As exploitation fans know well, Roger Corman never allowed a successful mainstream genre film to pass by without attaching at least one imitation of his own to its coattails. For example, Alien was inspirational enough to earn two Corman-hatched knockoffs, the metaphysical space-schlocker Galaxy Of Terror and the slime & sex-a-thon Forbidden World. Thus, it was no surprise that when Aliens revived interest in astronaut-attacking space monsters that Corman would churn out a clone of his own. The result was The Terror Within, a solid little programmer that ironically owes more to Alien than it does to Aliens.
The plot keeps the sci-fi simple: after a chemically-spawned plague wipes out much of the world, a group of government types work in a Mojave Desert-based lab on a cure that will allow what remains of the human race to survive. Hal (George Kennedy) is the tough-minded leader of the skeleton crew, with the brave David (Andrew Stevens) serving as his right-hand man and Linda (Terri Treas) as the main scientist. Things are pretty grim for this group: not only are they working under primitive conditions, they also have to contend with murderous mutants they call “gargoyles.”
Things momentarily seem hopeful when they find a survivor named Karen (Yvonne Saa) who not only has managed to live but has become pregnant. Unfortunately, her “baby” turns out to be the spawn of a gargoyle that bursts out of her stomach (a messy scene that quotes Humanoids From The Deep) and escapes into the corners of the facility. This rapidly-growing beast wastes no time in attacking the crew and they find they must find a way to stop it with the practical means at hands (their weapons were used up long ago) before it slaughters them all.
The end result harkens back to Alien‘s uncredited but much-acknowledged inspiration, It! The Terror From Beyond Space, right down to having a man-in-a-suit monster chasing the cast around the facility’s hallways. Thomas Cleaver’s script keeps things from getting too claustrophobic by setting the first act in the scenic desert locales for a bit of atmospheric suspense before the monster-mash hijinks kick in. Dean Jones’ creature design is pretty decent given the budget and his effects for the “mutant birth” sequence deliver the gruesome goods.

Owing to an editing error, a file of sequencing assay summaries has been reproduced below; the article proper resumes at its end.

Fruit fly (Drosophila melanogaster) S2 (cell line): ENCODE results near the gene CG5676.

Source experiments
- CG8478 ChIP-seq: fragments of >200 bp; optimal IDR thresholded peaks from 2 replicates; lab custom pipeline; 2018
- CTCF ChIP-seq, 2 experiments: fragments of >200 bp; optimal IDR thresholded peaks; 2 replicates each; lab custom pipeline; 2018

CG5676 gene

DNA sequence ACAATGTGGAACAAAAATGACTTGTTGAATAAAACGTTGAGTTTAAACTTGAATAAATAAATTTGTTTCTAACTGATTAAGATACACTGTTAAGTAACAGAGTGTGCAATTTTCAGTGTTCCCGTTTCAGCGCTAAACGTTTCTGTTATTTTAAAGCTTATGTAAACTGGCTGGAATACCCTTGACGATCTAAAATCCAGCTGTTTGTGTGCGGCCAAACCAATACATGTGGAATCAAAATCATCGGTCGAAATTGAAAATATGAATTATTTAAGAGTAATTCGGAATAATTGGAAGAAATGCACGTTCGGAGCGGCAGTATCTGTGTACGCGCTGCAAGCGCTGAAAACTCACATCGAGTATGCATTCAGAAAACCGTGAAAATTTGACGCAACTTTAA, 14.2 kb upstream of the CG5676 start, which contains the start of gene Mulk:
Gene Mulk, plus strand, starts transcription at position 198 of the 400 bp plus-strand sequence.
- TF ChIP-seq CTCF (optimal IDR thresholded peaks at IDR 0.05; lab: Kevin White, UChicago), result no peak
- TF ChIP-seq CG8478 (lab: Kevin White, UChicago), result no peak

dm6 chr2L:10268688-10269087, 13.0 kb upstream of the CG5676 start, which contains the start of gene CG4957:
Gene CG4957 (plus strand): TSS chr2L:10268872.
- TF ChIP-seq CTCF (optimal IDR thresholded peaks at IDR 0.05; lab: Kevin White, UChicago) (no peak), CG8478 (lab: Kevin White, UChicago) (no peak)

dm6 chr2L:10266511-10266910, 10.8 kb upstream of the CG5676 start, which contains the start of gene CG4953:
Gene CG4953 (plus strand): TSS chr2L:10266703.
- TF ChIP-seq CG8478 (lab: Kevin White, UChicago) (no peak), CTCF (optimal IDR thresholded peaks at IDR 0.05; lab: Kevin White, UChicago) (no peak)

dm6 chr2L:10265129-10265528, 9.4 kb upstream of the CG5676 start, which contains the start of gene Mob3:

However, what really makes The Terror Within tick is Thierry Notz’s careful direction of this scenario. He plays the material straight and gets appropriate performances to fit this approach: Stevens makes a good square-jawed hero, Kennedy lends typically professional support and Treas offers a nice, low-key turn as the likeably intelligent and resourceful heroine. Starr Andreeff, a regular in Katt Shea’s flicks from this era, gets the most emotive role as Stevens’ coworker-turned-lover and she delivers the required intensity to make those moments work.
Better yet, Notz engineers the film to make the most of its premise: he takes the time to build a suspenseful atmosphere and milks that aspect of the setpieces for all they are worth. The results are suitably grim and intense, particularly the final battle between man and monster, and the film as a whole manages to sidestep its potential for campiness thanks to its no-nonsense approach.
In short, The Terror Within isn’t as crazy or wild as Corman’s earlier Alien knockoffs but its focus on craftsmanship pays off handsomely. The finished product plays like a 50’s sci-fi/horror hybrid updated with a bit of 1980’s gore – and that’s a combination that is likely to please cult flick fans with a taste for space-schlock.